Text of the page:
There are some succulents that can withstand frost and even freezing temperatures, provided they are kept completely dry. Still, it’s is not recommended to keep most succulents outside if you are in a zone which drops below 40°F overnight. These zones include Zone One through to Zone Ten.
The takeaway here is this: Don’t plant succulents outside if you are not in Zone 11, 12, or 13.
There are a few hardy species of cacti that are able to tolerate freezing weather, much colder than the succulents are able to. In Hardiness Zones where there’s a consistent layer of snow during the winter, these cacti survive particularly well.
Some of these hardy cacti are part of the prickly pear family, AKA Opuntia. For example, Fragilis cacti are able to withstand minimum winter temperatures of up to -35°F, and Poryapantha up to -25°F. They are suitable for gardeners in the colder zones.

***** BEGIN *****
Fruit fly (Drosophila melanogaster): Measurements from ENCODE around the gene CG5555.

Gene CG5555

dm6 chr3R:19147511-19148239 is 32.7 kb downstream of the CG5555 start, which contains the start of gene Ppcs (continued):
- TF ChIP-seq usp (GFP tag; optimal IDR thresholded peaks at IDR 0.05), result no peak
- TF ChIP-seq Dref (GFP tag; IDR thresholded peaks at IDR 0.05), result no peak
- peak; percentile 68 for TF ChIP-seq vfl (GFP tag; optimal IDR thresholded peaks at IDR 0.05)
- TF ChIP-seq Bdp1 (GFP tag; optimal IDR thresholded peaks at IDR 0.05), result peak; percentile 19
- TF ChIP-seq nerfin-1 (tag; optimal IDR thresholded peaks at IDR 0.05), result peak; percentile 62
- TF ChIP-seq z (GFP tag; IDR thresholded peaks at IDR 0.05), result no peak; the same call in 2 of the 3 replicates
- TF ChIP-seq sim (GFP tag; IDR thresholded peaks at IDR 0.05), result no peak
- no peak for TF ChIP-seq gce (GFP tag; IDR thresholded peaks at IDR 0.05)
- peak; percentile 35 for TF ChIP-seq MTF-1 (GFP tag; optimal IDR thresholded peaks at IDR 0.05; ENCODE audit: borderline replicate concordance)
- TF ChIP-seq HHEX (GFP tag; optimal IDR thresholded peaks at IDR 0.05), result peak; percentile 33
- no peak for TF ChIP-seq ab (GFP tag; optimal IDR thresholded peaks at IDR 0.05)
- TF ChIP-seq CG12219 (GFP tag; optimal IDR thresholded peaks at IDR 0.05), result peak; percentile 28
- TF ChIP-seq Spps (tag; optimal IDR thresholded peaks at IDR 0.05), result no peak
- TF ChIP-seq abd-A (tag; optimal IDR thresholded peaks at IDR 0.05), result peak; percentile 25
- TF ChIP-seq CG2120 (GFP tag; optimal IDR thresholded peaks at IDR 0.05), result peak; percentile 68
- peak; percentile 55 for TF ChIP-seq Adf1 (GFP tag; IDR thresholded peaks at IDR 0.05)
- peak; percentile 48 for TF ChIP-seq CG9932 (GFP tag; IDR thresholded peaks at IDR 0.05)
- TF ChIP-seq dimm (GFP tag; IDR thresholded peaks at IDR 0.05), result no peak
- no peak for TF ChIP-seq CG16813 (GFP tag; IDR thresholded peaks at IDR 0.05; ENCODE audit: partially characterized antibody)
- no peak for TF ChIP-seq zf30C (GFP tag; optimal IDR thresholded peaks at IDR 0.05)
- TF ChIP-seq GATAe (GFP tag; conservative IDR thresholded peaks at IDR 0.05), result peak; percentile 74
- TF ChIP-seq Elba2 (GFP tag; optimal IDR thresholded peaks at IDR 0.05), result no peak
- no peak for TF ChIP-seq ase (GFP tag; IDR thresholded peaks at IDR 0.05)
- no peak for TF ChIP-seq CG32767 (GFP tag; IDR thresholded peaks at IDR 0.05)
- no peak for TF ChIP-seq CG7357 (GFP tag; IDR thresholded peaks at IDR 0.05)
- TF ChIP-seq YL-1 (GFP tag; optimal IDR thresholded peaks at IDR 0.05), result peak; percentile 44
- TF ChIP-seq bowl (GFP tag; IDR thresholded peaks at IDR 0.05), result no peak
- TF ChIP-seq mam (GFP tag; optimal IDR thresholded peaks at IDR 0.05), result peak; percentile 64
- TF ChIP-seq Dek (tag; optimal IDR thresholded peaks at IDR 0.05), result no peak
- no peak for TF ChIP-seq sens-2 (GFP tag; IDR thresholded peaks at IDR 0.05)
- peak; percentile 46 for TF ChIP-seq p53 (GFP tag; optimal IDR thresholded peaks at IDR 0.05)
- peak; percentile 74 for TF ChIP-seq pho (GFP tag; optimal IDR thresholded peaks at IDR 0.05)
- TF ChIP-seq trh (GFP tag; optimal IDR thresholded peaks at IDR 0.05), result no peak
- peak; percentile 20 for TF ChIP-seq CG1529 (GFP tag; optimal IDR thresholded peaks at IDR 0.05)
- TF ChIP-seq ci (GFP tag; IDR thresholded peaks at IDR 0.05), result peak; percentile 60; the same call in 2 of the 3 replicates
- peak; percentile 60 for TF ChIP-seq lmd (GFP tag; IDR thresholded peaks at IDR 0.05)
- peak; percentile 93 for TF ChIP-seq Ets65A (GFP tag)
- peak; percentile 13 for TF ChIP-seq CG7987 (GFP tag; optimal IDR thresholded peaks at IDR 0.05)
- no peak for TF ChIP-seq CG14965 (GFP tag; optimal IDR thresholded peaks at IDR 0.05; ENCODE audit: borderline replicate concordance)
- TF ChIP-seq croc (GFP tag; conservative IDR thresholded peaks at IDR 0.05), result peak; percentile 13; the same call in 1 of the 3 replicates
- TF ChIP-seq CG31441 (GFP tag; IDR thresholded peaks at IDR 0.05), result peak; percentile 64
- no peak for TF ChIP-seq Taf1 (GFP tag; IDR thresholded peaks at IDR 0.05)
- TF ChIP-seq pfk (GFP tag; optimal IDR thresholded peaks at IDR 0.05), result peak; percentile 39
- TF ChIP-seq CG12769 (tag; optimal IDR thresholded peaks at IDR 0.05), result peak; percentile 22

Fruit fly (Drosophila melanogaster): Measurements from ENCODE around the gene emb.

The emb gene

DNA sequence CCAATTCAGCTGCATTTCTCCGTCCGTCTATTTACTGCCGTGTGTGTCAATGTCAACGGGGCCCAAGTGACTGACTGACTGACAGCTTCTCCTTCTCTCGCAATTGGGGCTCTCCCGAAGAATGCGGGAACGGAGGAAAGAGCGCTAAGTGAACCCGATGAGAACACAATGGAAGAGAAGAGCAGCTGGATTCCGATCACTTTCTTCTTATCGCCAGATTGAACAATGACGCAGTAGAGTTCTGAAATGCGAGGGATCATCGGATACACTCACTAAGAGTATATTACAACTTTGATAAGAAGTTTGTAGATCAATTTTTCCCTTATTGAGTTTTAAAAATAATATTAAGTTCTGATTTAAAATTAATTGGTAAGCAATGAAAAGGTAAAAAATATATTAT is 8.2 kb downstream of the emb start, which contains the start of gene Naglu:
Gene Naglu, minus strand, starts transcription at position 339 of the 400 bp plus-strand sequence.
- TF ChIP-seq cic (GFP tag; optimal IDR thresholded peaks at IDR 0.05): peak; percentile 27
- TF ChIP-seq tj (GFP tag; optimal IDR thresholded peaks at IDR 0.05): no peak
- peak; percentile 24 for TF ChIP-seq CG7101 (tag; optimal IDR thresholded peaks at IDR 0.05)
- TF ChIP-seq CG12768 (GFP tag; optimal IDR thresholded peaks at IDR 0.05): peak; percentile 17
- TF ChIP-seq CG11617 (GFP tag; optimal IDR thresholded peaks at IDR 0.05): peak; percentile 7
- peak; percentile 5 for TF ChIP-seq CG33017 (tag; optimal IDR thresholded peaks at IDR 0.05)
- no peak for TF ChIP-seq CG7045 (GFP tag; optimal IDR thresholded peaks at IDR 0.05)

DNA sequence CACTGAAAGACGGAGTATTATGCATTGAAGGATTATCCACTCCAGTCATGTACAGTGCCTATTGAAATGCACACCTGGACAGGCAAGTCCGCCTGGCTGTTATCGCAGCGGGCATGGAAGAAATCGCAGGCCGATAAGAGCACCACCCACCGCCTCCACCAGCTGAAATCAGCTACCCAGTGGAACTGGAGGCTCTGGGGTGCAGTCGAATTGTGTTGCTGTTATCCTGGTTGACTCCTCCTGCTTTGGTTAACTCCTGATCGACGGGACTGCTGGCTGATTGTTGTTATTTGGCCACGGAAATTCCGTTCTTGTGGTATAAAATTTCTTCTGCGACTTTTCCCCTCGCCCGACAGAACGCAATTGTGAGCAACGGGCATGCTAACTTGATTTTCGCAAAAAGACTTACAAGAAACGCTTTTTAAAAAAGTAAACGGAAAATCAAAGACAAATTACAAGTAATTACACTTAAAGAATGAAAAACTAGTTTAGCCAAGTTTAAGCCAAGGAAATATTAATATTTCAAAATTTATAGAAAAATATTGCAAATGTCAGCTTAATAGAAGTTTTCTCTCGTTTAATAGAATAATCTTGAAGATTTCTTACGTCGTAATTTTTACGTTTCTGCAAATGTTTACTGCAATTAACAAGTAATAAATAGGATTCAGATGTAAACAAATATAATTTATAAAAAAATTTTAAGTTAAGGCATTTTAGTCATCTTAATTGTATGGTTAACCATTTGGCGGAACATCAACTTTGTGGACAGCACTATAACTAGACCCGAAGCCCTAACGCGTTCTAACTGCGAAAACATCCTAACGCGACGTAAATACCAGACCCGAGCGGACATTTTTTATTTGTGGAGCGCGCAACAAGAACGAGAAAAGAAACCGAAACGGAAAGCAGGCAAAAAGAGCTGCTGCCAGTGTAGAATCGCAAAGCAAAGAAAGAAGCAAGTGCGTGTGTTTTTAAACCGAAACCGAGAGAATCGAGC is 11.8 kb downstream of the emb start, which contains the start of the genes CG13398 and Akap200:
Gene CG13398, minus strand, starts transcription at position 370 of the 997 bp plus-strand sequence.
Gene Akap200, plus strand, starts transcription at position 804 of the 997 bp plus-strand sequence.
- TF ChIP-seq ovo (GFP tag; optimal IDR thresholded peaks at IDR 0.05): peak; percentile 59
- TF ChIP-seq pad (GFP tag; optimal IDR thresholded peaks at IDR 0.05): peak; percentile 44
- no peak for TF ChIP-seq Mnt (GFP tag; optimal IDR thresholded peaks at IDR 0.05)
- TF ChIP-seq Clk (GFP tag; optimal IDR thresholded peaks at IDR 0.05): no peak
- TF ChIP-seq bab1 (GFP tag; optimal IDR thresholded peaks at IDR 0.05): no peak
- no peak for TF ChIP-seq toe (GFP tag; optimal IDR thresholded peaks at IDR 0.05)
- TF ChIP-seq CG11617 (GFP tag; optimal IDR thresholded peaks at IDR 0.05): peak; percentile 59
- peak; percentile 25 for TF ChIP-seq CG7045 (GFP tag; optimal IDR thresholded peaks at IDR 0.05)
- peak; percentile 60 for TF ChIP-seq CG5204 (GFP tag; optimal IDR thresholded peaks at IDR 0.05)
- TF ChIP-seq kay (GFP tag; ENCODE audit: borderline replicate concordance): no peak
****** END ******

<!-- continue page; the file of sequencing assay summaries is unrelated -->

Another kind, Echinocereus reichenbachii, also known as the hedgehog or porcupine cactus, is cold-hardy up to -10°F.
Read Also: Succulent Propagation for Beginners
Caring for Cacti and Succulents in Cold Weather
If you are determined to keep your cacti and succulents outside in winter, here are a few extra tips to keep them safe!
We also wrote a whole guide about overwintering your succulents!
Many succulents and cacti change as they enter dormancy during the colder months. Shrinkage and some discoloration are typical signs that growth is slowing or has stopped. Keeping the soil around the plants as dry as possible will help with entering dormancy. Remember also to stop giving the plants fertilizer supplements during the fall.
If your winters are particularly rainy, be sure to plant your cacti and succulents in a sheltered spot. But make sure gets enough winter sunshine too. If this isn’t possible, you can protect your plants with transparent covers. Be sure to leave enough room for air circulation, which will help to prevent dampness.
Covers are also available for frost protection, made from materials such as burlap and other fabrics. Be sure that the material is not touching the plant and only keep them covered for a short time. Those plants still need sunlight and circulated air during the cold months!